The day where I ended up missing my train to Tangier did not end with a simple ride home. On the contrary, it got even more chaotic.
After Shrek, the friendly cat at the train station, had left us for a passing-by stranger (he was unloyal), we purchased our ticket for the train home and waited for its arrival. My friend Cheyanne and I stood on the platform waiting for our train. When it finally arrived, it looked a little different than the multiple trains I had ridden in the past. Instead of double-decker cars with spacious seats, these cars lacked seats all together, instead having small rooms and thin hallways where people stood. Nonetheless, the train’s arrival time matched that of our tickets, so we boarded.
The train was over-crowded, people packed into the thin hallways like sardines in a can. We asked the train worker who was shoving his way through the passengers if we were on the correct train. “La,” he responded, shaking his head. Cheyanne and I looked at each other. “No?” I asked her. We were on the right platform at the right time, how could this not be the right train? Still, we stayed on.
We stood in the hallway against the glass, a mother, her child and two men on our right and a group of men in their early 20s to our left. As the train sped along, I questioned why we were going so fast. The stops are rather short, the entire trip running about 20 minutes, and we had been moving non-stop for at least ten if not 15 minutes. That’s when I noticed something that would turn my mood completely upside down — the blur of our home train station.
“That’s Skhirat,” I said with the flattest and most disappointing tone as we sped by home. Cheyanne and I turned to each other, our mouths dropped open, looks of defeat crossed our faces. As if the day wasn’t long enough — missing one train, having to wait two hours for another — it kept getting longer. Where were we going? Why didn’t it stop at our station? How much longer were we going to be on the train? All these questions crossed our minds and we had zero answers. We assumed the train was going to the main train station in Casablanca and the one we were most familiar with. The plan was to get off, get dinner and head on the next train home.
That didn’t happen. We later discovered the train was going to a different station in Casablanca, one we hadn’t been to before. Nonetheless, we decided to get off. We navigated through the bustling station — why was it so busy this late at night? — trying to find an exit. It was almost seven o’clock at night and we were both hungry since the last time we ate was before noon. A Big Mac sounded amazing to both of us, so we found ourselves at McDonald’s again.
With a Big Mac, M&M McFlurry, water and large fry in front of me, I sat, trying to decompress from the day. The atmosphere of McDonald’s — the sight of smiling shoppers, the smell of fresh french fries, the sound of cheerful children playing in the distance — was almost comforting. We sat in a booth for about an hour, laughing and talking while trying to figure out what we were going to do for the night. Did the train run this late? Our past experiences had told us no, so we looked for other options, a Careem or Grand Taxi. Alas, it was going to cost more than $50 to get home, and a hotel room was only $30, meaning staying in Casablanca was more ideal, especially for two college students on a tight budget. We booked a hotel room, finished our food and made our way to the hotel. Unfortunately, this wasn’t a simple task either.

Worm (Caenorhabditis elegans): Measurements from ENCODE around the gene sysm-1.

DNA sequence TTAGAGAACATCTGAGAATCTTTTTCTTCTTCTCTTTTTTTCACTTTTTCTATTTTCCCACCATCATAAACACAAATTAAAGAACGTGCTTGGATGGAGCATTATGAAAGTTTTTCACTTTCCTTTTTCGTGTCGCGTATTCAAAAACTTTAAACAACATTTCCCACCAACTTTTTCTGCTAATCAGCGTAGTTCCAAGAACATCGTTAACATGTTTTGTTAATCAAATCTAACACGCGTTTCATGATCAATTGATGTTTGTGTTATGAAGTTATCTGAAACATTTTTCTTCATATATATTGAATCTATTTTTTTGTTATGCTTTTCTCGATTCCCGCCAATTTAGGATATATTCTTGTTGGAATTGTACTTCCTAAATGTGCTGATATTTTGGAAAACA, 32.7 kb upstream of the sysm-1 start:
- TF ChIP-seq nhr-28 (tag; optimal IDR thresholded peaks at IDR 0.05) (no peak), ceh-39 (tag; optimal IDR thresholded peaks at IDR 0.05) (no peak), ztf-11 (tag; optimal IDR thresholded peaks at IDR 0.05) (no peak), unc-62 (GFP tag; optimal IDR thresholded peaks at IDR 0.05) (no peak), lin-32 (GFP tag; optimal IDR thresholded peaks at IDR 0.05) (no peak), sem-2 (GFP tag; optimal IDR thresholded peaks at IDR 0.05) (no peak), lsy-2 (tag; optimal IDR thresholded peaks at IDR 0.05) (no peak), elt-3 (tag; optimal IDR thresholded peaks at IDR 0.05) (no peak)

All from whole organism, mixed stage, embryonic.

We called a Careem, a transportation service similar to Uber, to take us to our hotel. Backpacks on, cell phones in hand, Cheyanne and I waited for our driver. After 10 minutes of pure confusion, the ride got cancelled, leaving bus to catch a taxi. “L’hotel?” I asked some drivers in French, but they only responded with a shake of the head. Could this day get any longer?
With help, we finally caught a taxi. He had my phone, trying to follow the GPS as best he could but we still got lost. He parked on the side of a road, turned the red taxi off and got out. Now more confused than before, Cheyanne and I exited the vehicle.
For the next fifteen minutes, we followed our driver around, on foot, trying to locate the hotel. He would periodically point, asking us if “this” or “that” was our hotel. None were. The city was dark, somewhat quiet but still overwhelming. Every corner was a new and unfamiliar site, whether it was a candy shop lined with colorful treats or a closed cafe. The day was unfruitful for my project, and I had unexpectedly spent more than I hoped to. I just wanted a hot shower and sleep.
I looked at the GPS, trying to calculate which direction the hotel was in. “Monsieur,” I said to our driver — now guide? — and pointed in the direction of the hotel. We walked one more minute and found ourselves at the entrance of the hotel. We had made it. Finally.
Sometimes, you’ll find yourself in situations you didn’t expect to be in. Things aren’t always going to go the way you plan them and that’s okay. Be flexible when you’re travelling. Embrace the mistakes. They’ll turn into a good story.
Alexandria Saurman can be contacted at